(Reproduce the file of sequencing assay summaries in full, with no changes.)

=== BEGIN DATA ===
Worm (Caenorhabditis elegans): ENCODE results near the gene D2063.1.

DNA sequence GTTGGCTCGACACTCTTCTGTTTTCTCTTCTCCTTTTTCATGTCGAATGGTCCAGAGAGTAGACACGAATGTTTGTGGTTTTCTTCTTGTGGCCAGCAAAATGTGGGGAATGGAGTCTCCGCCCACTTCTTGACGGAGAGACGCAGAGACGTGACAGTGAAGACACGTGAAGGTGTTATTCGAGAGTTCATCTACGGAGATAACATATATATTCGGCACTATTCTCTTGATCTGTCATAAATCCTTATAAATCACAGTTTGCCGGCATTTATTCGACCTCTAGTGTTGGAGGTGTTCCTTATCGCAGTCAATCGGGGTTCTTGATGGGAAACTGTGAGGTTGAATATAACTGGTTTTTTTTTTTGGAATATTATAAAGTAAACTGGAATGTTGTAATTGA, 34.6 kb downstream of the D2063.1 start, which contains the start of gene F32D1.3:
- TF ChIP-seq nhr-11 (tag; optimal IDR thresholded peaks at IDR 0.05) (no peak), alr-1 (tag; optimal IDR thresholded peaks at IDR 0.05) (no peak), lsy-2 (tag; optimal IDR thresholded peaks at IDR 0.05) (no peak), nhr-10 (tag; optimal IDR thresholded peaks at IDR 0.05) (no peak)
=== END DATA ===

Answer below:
Worm (Caenorhabditis elegans): ENCODE results near the gene D2063.1.

DNA sequence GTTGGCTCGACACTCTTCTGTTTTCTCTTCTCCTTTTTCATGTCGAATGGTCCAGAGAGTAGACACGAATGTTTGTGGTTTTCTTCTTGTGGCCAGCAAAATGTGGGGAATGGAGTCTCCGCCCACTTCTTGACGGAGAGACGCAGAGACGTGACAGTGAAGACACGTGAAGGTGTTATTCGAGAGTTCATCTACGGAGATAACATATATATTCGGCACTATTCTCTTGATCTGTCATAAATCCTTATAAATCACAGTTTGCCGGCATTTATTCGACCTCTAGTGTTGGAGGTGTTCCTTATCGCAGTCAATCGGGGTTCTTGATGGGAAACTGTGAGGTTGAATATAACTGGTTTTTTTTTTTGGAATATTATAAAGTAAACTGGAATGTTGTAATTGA, 34.6 kb downstream of the D2063.1 start, which contains the start of gene F32D1.3:
- TF ChIP-seq nhr-11 (tag; optimal IDR thresholded peaks at IDR 0.05) (no peak), alr-1 (tag; optimal IDR thresholded peaks at IDR 0.05) (no peak), lsy-2 (tag; optimal IDR thresholded peaks at IDR 0.05) (no peak), nhr-10 (tag; optimal IDR thresholded peaks at IDR 0.05) (no peak)